All the Difference in the World

Frank Virnelli D ’60, MED ’61. Photo by Rob Strong

Frank Virnelli D ’60, MED ’61 caught his first glimpse of healthcare challenges on the African continent via a lecture hall seat in Washington, DC. Then a plastic surgery resident at George Washington University Hospital, he was captivated by another plastic surgeon’s presentation on cleft lip and palate repairs at a British hospital in Uganda.  

Continuing his training, Virnelli crossed paths with other “flying doctors,” as they were often called, each time marveling over their procedures and results. “The idea of giving back was something that really intrigued me.” 

Now 82, he went on to complete 33 volunteer trips, repairing cleft lips and palates for hundreds of children throughout Africa and Latin America. Time and time again, he returned to his private practice in Winchester, MA, with a revelation: “The greatest rewards in medical practice are not monetary but the satisfaction from knowing that you have done as much as you possibly could for your patients.” 

In just a few hours, the procedure changes lives “almost beyond imagination,” he says, because it enables patients to talk and take nourishment effectively for the first time, positioning them to build independent futures. It also frees up the mothers and grandmothers previously devoted to their care. “There are few procedures that can have more dramatic results.”  

Just as satisfying: Training others in procedural techniques that give patients the best possible results. Over the years, Virnelli mentored more than 20 local surgeons and another 20+ students, including medical students active in the Center for Global Health Equity at Dartmouth College and the Geisel School of Medicine. And now he’s giving back as a donor, too. 

Founded in 2013 and directed by Lisa V. Adams MED ’90, associate dean for global health and a professor of medicine and of epidemiology at Geisel, the center offers interdisciplinary education, research, and clinical opportunities to assist underserved communities. Among its accomplishments: establishing the first subspecialty training in gastroenterology in Rwanda, helping to expand telehealth services in Peru, and conducting research toward a new TB vaccine in Tanzania.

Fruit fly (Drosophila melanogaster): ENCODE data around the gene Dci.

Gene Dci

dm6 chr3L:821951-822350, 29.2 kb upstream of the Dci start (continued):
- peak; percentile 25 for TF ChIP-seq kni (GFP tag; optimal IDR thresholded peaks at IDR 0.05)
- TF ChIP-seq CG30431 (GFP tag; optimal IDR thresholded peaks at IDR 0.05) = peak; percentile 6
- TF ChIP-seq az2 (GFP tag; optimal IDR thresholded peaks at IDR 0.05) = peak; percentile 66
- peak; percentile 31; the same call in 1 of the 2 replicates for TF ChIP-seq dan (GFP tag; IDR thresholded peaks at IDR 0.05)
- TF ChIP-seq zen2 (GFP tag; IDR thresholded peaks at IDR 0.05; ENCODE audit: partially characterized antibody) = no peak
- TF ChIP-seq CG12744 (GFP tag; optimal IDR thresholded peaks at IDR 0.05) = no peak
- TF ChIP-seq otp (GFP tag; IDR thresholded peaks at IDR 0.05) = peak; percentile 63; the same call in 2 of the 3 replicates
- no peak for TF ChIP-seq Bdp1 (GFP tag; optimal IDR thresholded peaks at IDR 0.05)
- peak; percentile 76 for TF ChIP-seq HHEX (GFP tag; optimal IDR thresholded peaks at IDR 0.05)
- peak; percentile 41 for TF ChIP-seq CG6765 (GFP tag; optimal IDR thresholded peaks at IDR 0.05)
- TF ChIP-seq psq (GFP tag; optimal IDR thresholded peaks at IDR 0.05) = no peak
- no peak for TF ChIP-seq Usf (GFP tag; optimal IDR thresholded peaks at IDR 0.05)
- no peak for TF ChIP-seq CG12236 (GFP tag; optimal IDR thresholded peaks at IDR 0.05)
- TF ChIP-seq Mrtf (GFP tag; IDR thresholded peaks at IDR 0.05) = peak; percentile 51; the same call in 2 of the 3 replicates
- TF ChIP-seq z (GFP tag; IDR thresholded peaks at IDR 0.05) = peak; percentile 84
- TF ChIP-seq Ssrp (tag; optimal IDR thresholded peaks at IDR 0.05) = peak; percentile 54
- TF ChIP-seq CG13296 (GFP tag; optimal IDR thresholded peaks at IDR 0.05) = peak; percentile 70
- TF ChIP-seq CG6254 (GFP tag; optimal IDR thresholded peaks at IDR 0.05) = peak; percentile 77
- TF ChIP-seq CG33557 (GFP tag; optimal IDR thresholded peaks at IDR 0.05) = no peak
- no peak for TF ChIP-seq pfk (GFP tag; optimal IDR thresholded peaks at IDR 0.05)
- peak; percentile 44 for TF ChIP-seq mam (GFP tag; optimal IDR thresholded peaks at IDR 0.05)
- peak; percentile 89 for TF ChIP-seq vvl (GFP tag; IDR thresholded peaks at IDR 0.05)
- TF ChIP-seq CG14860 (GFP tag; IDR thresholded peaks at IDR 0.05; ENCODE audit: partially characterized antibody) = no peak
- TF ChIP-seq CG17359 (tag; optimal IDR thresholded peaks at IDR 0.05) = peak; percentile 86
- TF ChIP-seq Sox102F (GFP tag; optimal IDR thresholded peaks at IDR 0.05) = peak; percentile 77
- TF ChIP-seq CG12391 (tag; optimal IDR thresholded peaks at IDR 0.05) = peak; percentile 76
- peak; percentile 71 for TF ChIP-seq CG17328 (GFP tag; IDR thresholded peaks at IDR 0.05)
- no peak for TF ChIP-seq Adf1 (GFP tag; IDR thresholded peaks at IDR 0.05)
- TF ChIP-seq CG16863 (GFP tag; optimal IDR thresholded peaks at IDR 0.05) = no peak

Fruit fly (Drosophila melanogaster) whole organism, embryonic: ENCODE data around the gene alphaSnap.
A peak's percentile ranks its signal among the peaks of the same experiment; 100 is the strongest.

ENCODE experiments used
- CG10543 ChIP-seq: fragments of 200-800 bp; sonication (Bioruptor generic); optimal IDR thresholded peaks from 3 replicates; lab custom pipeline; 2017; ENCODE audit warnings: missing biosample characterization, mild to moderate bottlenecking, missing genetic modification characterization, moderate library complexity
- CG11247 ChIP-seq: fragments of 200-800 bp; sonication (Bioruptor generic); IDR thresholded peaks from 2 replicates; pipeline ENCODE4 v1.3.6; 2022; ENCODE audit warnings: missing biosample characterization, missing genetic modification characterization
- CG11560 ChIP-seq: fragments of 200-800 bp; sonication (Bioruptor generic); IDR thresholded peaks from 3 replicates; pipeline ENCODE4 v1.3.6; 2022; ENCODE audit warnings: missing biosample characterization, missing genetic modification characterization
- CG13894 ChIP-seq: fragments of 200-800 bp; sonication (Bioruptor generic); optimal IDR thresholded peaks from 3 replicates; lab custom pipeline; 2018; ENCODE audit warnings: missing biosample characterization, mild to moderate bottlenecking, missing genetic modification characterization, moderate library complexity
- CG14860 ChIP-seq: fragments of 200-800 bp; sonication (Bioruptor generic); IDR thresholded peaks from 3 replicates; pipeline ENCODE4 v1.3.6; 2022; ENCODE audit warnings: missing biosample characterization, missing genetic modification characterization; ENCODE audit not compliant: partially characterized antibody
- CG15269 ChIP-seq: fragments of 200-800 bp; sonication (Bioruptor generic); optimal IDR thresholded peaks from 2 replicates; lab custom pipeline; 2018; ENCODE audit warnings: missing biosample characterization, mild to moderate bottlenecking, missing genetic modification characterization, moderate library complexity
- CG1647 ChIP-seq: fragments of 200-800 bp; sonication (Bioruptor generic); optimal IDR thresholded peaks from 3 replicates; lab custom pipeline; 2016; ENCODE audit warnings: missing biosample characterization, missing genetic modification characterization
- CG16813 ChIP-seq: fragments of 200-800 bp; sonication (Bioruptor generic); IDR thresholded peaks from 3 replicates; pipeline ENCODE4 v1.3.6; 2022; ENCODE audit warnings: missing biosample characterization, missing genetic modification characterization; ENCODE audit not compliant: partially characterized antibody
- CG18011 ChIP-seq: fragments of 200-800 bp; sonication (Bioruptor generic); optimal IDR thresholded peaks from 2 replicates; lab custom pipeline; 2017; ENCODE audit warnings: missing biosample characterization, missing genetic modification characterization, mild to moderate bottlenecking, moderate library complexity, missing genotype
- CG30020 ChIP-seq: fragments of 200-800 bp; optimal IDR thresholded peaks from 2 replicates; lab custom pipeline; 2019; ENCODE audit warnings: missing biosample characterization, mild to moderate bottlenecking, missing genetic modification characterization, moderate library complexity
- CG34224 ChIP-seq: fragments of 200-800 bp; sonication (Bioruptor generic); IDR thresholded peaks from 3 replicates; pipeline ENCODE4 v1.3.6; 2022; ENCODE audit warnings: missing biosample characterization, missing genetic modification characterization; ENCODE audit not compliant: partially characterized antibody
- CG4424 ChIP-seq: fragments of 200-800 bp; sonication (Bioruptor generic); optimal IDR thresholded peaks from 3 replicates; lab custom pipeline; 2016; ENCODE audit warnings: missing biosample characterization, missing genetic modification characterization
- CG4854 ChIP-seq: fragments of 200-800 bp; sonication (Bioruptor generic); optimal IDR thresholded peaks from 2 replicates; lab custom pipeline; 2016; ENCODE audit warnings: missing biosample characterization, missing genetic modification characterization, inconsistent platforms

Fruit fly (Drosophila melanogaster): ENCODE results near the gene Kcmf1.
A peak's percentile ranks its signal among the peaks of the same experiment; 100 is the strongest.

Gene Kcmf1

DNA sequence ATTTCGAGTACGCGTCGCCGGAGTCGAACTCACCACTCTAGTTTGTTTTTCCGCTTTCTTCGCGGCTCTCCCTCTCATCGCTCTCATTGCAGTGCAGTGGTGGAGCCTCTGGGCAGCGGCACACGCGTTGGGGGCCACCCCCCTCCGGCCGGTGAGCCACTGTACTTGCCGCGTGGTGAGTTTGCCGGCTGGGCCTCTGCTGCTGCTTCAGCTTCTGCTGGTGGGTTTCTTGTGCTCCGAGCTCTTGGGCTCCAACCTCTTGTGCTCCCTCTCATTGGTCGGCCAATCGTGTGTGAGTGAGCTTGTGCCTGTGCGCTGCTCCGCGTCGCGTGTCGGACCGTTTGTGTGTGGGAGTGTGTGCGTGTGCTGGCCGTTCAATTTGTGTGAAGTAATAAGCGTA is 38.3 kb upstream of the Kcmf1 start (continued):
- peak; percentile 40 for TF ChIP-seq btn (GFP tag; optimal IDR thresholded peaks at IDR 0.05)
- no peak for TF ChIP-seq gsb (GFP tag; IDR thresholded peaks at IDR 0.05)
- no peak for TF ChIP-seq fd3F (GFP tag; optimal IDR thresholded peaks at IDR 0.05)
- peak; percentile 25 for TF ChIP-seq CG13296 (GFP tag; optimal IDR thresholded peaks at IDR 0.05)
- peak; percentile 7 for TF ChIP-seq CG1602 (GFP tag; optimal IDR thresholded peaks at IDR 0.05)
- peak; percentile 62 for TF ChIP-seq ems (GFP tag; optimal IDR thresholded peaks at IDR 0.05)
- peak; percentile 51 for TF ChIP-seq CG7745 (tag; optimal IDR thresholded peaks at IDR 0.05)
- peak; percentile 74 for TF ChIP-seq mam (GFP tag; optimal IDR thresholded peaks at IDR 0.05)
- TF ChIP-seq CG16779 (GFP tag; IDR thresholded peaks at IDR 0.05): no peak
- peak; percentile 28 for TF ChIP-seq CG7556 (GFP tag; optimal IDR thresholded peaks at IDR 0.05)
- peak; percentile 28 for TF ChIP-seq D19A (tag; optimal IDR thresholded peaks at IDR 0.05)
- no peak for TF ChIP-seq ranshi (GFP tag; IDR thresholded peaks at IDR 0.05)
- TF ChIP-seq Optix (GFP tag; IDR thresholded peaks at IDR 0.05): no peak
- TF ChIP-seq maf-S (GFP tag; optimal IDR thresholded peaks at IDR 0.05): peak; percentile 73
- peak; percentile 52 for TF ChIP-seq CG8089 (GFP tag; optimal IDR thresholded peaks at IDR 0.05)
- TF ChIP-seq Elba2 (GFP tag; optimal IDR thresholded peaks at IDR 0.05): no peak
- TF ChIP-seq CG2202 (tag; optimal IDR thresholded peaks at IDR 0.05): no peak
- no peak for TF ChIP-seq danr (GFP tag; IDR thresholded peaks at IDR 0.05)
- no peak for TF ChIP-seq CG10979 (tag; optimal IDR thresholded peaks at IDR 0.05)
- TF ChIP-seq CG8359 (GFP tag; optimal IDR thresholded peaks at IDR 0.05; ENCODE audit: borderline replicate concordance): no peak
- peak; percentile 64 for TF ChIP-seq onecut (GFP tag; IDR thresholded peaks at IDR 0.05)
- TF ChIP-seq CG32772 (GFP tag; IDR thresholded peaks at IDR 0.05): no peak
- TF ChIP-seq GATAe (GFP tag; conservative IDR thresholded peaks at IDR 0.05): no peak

As a Center for Global Health Equity board member from 2016 to 2020, Virnelli saw Adams in action. “She wears a lot of hats,” he says. “She has also attracted some people with remarkable experience who were really dedicated to making the center a very important part of the Dartmouth experience.” 

Virnelli performed his last surgery in 2019, but that didn’t end his commitment to giving back. He and his late wife had donated to her alma mater, the University of New Hampshire, through a discretionary fund managed by the dean of liberal arts. Virnelli suggested something similar for the Center for Global Health Equity that Adams could utilize to make strategic, timely investments in people and programs that would strengthen the center’s impact.  

“It’s important to me that someone who puts their heart and soul into the job they’re trying to perform has the ability to choose how to spend the money,” Virnelli says. 

He hopes that with gifts from others the Director’s Fund for the Center for Global Health Equity will eventually grow to have its own endowment. Meanwhile, Adams has found it invaluable in managing the center’s response to underserved communities. “Co-designing programs with our international partners to tackle today’s complex health challenges often requires flexibility and ingenuity that doesn’t always fit neatly into existing funding opportunities,” she says. “Dr. Virnelli understands that, and his contribution cuts through those barriers so we can engage our students, faculty, staff, and partners to maximize impact in the communities where we work.”  

Written by Ann Hinga Klein